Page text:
If you’ve ever wondered how to make natural dye using food from your kitchen, you’ve come to the right place.
Dying natural fabrics from food products is easier than you may think. It’s a simple process and it can easily be done in as little as two hours.
Although it is best to expect to spend more time than that on this project. As the longer you soak your fabric in your dye solution the more vibrant your color can become.
The key to successful natural dying is to indulge yourself in the experimentaion phase of the process. This activity/hobby is all about the journey.
Each fabric and each plant will bring something different to the table.
So, enjoy the smorgasboard of color that you can create when you make natural dye using food from your kitchen. And remember that there are so many variables involved in the final outcome of a natural dye project that loving the process is where you find the joy!
You will need to make 3 choices when learning how to create natural dye using food from your kitchen. They are as follows; fabric, plant material, and mordant.
What can I dye with my natural food dyes?
First let’s discuss the fabric.
Synthetic fabrics should be avoided, as they are not a particularly good match for natural food dyes. They will not absorb enough color to make them as vibrant and beautiful as natural dyes are capable of being.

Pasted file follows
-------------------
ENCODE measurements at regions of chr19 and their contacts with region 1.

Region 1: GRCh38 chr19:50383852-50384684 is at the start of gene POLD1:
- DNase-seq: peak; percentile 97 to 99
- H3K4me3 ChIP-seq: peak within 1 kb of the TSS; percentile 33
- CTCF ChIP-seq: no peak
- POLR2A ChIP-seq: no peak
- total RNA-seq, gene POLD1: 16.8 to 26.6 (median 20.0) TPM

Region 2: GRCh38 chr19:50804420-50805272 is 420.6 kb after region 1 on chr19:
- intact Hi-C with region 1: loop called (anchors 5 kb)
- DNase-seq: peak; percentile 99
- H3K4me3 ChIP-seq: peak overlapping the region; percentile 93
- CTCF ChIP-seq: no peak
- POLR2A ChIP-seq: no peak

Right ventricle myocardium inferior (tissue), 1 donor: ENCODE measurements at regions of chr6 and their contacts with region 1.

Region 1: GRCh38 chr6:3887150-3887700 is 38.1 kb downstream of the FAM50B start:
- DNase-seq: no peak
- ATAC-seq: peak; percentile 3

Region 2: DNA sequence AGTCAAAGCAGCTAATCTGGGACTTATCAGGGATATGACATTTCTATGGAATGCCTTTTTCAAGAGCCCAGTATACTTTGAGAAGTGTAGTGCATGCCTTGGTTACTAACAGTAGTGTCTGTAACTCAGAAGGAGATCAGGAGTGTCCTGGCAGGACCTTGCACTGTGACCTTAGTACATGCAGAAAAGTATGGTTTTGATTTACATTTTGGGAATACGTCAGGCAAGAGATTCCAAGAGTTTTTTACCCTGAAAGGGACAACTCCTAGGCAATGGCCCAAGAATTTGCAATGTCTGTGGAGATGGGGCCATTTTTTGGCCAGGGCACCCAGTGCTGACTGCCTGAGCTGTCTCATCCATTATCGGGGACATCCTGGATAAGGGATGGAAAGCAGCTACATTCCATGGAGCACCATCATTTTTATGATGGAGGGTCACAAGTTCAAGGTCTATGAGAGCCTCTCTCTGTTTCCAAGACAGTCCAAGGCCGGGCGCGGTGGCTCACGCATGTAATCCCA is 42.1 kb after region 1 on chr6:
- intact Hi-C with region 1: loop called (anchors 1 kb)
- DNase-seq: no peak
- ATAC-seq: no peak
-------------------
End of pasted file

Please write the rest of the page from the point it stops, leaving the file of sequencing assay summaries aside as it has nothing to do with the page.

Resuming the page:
It is best to choose natural fabrics for this project. Using things like pure cotton, wool, silk, hemp, muslin, or linen will give you optimal results. Their fibers are more open and able to accept color than their synthetic counterparts.
So, choose a piece of natural fabric that you would like to dye and use to create something with. Or choose a plain white silk scarf, a cotton pillowcase, or a pair of linen pants and dye them your favorite plant based color.
What color dye can I make using food from my pantry, fridge, and spice rack?
Next, let’s take a look at the second choice you need to make when learning how to make natural dye using food from your kitchen. And that is deciding on the plant material you are going to use to create your dye.
A wide range of colors can be produced from items found in the average kitchen. You can make lovely oranges, pinks, reds, blues, purples, yellows, and greens. You can even combine more than one plant material to create a broader range of colors and shades than a singular plant provides.
The list of plant materials that you can use to create natural dyes is absolutely endless. So potential for different colors goes on into infinity!